There are a handful of things that are truly valued in the United States. We place value on accomplishments, on materials and ultimately on our own pleasure. If something is fun, then it is worth our time, our money and our energy. We spend billions of dollars every year to attend sporting events, to visit theme parks and to entertain ourselves in myriad other ways.
When someone turns to alcoholism and drug abuse in New York or Princeton, it is often first in the name of fun. Addictive behavior offers an opportunity for escape and pleasure, but in time the behaviors dominate one’s life.
Addiction: In it to Win
When you immerse yourself in an enjoyable activity, time doesn’t matter. You lose focus of the outside world and become completely distracted by the single task in front of you. This can happen while watching a movie, completing a puzzle or reading a book. When you engage in an activity like this, you become rejuvenated and re-created in a certain sense. You are able to refresh your mind, break free of self-consciousness and devote yourself so entirely to something outside of yourself. This is often referred to as “single-point focus,” and it is actually considered a form of meditation.
Mood-changing drugs provide this same relief. They allow us to temporarily escape self-consciousness by becoming wholly absorbed in the experience of the moment. Unfortunately, the consequences of using mood-changers to achieve this effect are frequently negative.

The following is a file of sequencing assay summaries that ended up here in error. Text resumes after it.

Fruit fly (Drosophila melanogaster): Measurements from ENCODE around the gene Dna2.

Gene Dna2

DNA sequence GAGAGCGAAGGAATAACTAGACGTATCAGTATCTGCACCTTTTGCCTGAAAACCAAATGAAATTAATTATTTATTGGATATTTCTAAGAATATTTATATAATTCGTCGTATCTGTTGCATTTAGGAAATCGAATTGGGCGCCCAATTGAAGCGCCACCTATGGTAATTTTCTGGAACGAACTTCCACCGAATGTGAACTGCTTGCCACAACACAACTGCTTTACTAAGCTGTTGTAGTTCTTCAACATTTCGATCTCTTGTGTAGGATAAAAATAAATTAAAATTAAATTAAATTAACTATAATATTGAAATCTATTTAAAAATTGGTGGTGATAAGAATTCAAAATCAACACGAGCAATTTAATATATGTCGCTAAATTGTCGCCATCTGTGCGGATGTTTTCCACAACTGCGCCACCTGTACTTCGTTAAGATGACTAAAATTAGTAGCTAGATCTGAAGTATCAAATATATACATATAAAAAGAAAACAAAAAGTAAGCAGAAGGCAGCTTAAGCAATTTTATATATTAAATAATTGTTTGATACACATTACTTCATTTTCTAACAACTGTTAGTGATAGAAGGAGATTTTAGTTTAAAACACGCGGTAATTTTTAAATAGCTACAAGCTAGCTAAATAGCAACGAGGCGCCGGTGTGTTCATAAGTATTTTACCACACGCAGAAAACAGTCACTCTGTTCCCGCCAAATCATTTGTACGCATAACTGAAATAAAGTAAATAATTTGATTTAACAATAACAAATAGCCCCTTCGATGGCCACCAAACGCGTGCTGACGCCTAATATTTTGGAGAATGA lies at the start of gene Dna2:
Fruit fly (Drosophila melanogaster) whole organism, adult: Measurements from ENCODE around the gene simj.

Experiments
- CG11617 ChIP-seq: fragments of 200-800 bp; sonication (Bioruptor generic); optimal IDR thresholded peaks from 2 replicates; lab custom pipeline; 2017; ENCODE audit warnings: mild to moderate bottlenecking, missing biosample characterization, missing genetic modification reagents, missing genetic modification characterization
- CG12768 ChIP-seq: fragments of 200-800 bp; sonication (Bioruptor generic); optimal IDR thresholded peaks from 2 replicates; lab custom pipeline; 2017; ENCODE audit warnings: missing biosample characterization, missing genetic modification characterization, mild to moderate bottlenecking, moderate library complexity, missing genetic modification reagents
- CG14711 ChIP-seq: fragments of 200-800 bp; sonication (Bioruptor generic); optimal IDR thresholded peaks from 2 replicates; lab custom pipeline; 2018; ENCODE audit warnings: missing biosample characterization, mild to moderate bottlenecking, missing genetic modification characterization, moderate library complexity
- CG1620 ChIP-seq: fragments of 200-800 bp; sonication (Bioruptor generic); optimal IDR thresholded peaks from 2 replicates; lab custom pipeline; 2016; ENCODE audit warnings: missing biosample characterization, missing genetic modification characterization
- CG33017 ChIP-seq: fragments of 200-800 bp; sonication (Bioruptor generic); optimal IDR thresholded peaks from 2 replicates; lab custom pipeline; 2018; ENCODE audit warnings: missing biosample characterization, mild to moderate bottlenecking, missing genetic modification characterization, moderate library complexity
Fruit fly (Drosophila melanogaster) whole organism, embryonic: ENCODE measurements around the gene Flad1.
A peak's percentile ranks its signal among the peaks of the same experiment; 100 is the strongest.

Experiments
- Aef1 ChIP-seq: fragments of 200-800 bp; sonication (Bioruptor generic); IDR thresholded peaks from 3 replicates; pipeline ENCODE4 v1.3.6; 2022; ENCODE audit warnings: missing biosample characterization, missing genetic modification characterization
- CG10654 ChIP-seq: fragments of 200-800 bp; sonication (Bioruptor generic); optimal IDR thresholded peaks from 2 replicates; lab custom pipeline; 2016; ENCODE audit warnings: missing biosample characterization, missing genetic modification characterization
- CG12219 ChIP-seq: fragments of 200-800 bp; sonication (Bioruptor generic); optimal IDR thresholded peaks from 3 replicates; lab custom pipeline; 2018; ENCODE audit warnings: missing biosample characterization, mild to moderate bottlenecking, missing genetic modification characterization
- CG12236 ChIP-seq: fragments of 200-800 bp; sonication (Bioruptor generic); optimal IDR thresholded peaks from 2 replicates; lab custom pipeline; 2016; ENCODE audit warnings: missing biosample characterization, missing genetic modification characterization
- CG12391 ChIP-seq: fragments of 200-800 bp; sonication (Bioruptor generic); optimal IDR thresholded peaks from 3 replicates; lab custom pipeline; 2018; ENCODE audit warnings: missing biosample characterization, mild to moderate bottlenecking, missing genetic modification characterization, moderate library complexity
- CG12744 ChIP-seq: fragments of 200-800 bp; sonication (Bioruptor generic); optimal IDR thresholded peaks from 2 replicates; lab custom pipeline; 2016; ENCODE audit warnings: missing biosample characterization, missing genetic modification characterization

Even in pleasurable activities there is often an element of competition. Everyone wants to be “better” than the other, or to be told they are the best in this or that. Work values have so heavily invaded our pleasure activities that they have become goal-oriented. Instead of enjoying a sport for what it is, there is an underlying desire to win and to make something profound happen on the field.
We are no longer indulging for the fun of a behavior, but instead to accomplish something meaningful. Suddenly, addictive behaviors are rationalized as a method of achieving something greater—whether that is a perceived happiness, peace of mind or something else.
The constant need for meaning and competition in once-pleasurable activities will also drive people to seek an escape from the goal-oriented mayhem to find a way to live in the moment. This is something that is often achieved through mood changers. This stands to argue that our value-driven society is actually pushing more people further into the grips of addiction.